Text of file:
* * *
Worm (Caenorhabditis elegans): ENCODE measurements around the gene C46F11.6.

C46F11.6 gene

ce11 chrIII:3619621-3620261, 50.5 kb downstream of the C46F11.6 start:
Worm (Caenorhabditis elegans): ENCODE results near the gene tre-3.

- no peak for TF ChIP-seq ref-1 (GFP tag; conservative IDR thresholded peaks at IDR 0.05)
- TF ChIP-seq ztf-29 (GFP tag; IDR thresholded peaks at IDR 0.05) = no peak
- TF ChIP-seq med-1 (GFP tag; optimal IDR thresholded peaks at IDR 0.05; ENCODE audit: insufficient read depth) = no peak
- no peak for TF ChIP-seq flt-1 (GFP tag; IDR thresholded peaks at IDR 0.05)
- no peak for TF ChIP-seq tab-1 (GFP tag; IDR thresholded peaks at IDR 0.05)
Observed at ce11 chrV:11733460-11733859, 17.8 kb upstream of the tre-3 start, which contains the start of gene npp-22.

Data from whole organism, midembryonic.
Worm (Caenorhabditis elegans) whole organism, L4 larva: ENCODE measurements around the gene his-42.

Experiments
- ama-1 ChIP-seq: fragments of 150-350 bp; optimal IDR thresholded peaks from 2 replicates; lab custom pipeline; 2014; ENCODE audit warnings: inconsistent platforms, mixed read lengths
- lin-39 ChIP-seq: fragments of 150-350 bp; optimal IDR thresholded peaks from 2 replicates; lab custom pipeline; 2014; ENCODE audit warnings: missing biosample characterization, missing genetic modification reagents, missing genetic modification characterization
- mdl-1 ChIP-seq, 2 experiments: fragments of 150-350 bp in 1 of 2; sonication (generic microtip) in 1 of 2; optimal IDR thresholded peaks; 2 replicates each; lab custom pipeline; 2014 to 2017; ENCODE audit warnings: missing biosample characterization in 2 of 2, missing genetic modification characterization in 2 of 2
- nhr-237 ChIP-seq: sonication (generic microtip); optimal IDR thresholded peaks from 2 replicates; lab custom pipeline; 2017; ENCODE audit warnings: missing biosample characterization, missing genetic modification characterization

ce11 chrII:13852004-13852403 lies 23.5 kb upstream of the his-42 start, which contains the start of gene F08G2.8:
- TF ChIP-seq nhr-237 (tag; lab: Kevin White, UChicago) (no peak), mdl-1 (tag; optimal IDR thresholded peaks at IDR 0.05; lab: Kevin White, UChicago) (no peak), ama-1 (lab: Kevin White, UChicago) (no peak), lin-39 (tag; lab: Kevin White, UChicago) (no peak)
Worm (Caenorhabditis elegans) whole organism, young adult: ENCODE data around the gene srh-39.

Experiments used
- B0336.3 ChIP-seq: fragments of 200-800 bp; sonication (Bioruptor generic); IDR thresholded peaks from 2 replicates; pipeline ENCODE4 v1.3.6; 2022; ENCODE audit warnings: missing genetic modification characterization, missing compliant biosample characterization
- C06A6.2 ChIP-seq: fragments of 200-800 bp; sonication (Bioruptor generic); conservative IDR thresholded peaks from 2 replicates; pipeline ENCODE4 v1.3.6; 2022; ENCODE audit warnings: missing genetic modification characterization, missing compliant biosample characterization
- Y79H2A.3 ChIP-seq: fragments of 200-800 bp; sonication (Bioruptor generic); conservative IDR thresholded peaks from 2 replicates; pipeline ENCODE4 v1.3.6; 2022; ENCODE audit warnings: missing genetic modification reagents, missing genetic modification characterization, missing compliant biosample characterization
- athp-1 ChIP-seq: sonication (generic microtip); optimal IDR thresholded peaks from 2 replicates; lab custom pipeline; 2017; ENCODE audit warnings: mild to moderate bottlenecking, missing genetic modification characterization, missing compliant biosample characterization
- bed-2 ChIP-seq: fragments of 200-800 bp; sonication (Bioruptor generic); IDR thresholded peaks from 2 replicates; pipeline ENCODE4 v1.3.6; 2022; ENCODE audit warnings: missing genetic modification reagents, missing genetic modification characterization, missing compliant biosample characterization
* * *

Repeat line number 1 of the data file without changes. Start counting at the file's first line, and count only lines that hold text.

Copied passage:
Worm (Caenorhabditis elegans): ENCODE measurements around the gene C46F11.6.